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‘Babooshka’, the groundbreaking opener and longest charting single from Never For Ever, is often held up for its use of the Fairlight CMI: a sampler and audio workstation used to capture and manipulate the sound of smashing glass. However, there is also a superb CS-80 riff, which sits perfectly alongside fretless electric bass and an assortment of unusual textures. Bush uses the CS-80 once more on this, her first number one album – pairing it with a whistle-like Fairlight setting and acoustic piano, to create a rich and punchy introduction to album cut, ‘All We Ever Look For’. Following 10cc’s use of the CS-80 on album Bloody Tourists, this could be considered its second significant injection into the British pop sphere.


Dillinger
Badder Than Them
(A&M, 1981)

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Ken Elliott, once of the psychedelic prog band Second Hand, was a key player in London’s reggae scene. During the early ’70s, he was involved in two groundbreaking sci-fi themed reggae albums, Star Trek by The Vulcans and Interstellar Reggae Drive. From that point on, Ken Boothe, Dillinger and Keith Hudson all called upon Elliott’s synth services. In 1980, Dillinger cut Badder Than Them at Strawberry Studios South, where 10cc had recorded Bloody Tourists two years earlier. Despite some tasty rhythm tracks, the album was another poor performer. ‘Tallowah’ has a busy arrangement, with two or three noteworthy synth components: an upfront, squelchy bass, panning pitch-bent high tones and a soft delayed sound resembling a steel pan – all within the sonic range of the CS-80. Its most notable use is on penultimate track ‘Remember’, which contains a patch seemingly identical in sound to one used on the next record in this list…


Vangelis
Blade Runner OST
(EMI/Atlantic, 1982)

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This is the big one. The game changer. Vangelis’ epic score to Ridley Scott’s Blade Runner. From the delicate title theme to the dark outro, Vangelis demonstrates the synth’s versatility across the sonic spectrum: playing a graceful melody with a spine-tingling downward glissando on the ribbon controller during the opening theme, utilising the polyphonic aftertouch on ‘Blush Response’ and exploring its breathtaking high timbre on ‘Blade Runner Blues’. The notion of ‘retrofitting’ – adapting old systems with newer technology – is an idea that is integral to the architecture of Blade Runner and is cunningly mirrored in the score. Vangelis’ compositions have the same drama, delicacy, depth and darkness of the great ’30s and ’40s Hollywood scores, but where otherworldly textures take the place of traditional strings, brass, woodwind and percussion. It is a triumph of synthesised music that, ironically for Yamaha, would’ve been the best piece of marketing they could ever have hoped for…had it arrived five years earlier.


Michael Jackson
Thriller
(EMI/Atlantic, 1982)

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Blade Runner was a challenging film, and although screenings were well attended, it wasn’t a box office smash or a huge award winner. By contrast, Michael Jackson’s Thriller had an instant impact. According to engineer Bruce Swedien, Quincy Jones and his team of supremely talented musicians wanted the album’s sonic values to “recharge the industry”. Sonically, it is indeed astonishing, thanks in part to a variety of synthesisers used, one of which was the CS-80. The four-chord vamp that introduces ‘Billie Jean’ is a multi-layered string synth part that included the CS-80. The synth strings on ‘Human Nature’ is a CS-80 with chromatic rather than portamento glide, played by Steve Porcaro of Toto, who had used the same synth to chart-busting effect on ‘Africa’ earlier that year. Both albums contributed to the significant impact the synthesiser made on the sound of popular music in 1982.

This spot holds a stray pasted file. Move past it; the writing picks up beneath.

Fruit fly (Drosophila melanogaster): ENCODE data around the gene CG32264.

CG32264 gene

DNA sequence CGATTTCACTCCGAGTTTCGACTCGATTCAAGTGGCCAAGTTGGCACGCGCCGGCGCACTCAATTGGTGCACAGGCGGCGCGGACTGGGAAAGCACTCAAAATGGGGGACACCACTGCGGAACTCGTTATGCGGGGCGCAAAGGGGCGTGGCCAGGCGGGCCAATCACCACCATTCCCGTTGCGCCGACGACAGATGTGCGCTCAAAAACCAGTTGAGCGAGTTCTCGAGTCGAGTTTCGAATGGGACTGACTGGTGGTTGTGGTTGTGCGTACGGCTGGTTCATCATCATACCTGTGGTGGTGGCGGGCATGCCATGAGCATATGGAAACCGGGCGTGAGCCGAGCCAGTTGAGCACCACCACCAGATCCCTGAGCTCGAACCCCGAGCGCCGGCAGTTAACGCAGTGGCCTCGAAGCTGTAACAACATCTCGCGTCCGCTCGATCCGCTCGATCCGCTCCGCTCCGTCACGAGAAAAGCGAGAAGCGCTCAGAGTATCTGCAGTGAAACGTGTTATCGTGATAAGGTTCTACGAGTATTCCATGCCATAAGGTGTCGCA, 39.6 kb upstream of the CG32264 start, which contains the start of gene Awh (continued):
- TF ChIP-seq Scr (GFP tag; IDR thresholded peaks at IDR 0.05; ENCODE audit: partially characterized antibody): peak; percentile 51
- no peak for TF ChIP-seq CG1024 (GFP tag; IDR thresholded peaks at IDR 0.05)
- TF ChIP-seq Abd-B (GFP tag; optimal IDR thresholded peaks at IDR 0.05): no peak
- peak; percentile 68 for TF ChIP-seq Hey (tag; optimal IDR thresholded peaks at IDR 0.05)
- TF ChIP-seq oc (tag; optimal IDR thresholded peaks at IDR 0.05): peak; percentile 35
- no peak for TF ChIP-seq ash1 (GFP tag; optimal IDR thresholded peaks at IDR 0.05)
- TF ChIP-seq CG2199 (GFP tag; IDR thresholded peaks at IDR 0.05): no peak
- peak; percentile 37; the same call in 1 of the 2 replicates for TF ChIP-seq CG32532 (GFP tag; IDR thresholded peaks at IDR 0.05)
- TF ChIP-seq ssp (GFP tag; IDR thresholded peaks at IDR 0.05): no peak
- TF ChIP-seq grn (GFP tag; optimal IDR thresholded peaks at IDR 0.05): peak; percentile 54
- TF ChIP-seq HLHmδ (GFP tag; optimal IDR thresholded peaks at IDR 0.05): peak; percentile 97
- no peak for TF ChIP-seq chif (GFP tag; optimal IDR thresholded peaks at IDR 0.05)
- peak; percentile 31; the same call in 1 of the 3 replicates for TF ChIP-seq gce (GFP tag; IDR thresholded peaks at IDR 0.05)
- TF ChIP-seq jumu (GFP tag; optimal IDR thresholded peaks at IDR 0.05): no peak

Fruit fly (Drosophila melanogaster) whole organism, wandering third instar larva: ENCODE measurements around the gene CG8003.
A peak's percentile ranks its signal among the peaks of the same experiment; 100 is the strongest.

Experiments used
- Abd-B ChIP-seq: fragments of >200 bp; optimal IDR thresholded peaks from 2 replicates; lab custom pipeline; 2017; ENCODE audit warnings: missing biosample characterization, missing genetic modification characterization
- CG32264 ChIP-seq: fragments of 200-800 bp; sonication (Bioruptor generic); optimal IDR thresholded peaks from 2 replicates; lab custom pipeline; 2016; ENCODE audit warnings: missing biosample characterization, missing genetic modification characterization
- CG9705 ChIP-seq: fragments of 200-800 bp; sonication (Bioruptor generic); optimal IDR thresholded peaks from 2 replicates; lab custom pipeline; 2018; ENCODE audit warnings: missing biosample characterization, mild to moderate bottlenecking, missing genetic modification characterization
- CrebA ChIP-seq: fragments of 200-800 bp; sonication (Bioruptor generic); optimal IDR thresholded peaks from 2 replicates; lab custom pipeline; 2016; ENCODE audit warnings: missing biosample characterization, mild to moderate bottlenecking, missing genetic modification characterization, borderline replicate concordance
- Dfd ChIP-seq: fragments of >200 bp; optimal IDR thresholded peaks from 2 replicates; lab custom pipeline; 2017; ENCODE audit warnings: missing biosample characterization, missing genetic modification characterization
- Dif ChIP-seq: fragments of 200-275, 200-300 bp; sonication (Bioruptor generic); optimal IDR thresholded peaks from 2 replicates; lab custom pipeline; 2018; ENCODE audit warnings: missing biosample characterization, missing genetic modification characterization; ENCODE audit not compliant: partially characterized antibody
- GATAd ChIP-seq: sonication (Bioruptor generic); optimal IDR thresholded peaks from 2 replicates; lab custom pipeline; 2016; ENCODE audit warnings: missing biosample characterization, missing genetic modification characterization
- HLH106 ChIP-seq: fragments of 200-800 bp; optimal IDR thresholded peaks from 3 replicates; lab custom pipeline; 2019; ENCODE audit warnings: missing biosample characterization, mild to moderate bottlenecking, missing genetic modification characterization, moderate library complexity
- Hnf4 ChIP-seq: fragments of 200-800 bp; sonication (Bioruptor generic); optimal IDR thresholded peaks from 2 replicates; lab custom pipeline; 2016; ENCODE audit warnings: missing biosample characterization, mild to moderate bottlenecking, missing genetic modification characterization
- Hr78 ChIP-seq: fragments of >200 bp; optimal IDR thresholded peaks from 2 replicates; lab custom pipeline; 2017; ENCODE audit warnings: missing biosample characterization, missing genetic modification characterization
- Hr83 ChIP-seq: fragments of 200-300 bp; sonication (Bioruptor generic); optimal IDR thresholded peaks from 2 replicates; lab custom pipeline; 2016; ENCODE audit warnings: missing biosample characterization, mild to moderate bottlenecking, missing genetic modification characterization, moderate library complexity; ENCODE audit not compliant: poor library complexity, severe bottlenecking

Michael Shrieve, Kevin Shrieve and Klaus Schulze
Transfer Station Blue
(Fortuna, 1984)

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Having made his name as a percussionist with Santana, Michael Shrieve boldly turned his back on rock in the mid ’70s, in favour of the Berlin school. He met German musician and former member of Tangerine Dream Klaus Schulze while playing in Stomu Yamashta’s short-lived band GO, and it didn’t take long before they were recording together. The combination of natural acoustic percussion, pulsing synth leads and drifting pads, gives the music of Transfer Station Blue an almost Balearic character, finding a middle ground between dance music and ambient. The CS-80 shines through on second track ‘Nucleotide’, which begins with a beautiful synth passage, reflecting the unsettling character that the CS-80 offers. Schulze also uses one of the earliest wavetable synths on this record, showing how much development had taken place in the eight years since the CS-80 was launched.


Stephen Parsick
Hoellenengel
(Doombient, 2005)

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Although the artwork may suggest otherwise, synthesiser enthusiast Stephen Parsick’s magnum opus is neither a metal album nor an industrial record. This, as the label states, is dark, ambient electronic music. Recorded straight to DAT by Parsick himself, he avoided “computers, sequencers, MIDI interfaces or multitrack recorders,” in favour of pure CS-80 performances, captured with remarkably clarity alongside his Roland VP-330 vocoder, Minimoog and Fender Rhodes. By Parsick’s own admission, the setup is very similar to the one Vangelis used to create the Blade Runner soundtrack. As a result, Hoellenengel opens up a very similar sonic world. Given how much Parsick composes in the bass region of the instrument and how little he does to manipulate or interrupt the sound of the CS-80, you could argue that this album shows off the unbelievable power of the synth even more than Blade Runner.


Jesper Kyd
Borderlands: The Pre-Sequel – Claptastic Voyage OST
(Sumthing Else Music Works, 2014)

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California-based video game composer Jesper Kyd is another devotee of Vangelis, whose use of the CS-80 for video game soundtracks stems back to his 2003 score for Freedom Fighters. Kyd calls it his “grand piano” and uses it extensively on this incredibly broad collection of music. Songs like ‘Lunar Surface’ contain both the high CS-80 shrieks and rising, imposing pads. Kyd believes that ’70s technology was about the quest to achieve the perfect sound, as opposed to today’s technology, which is more concerned with price and portability. He also demoes his CS-80 in the credits to the Bound to Sound documentary, showing off how he manipulates and processes the sounds as he works.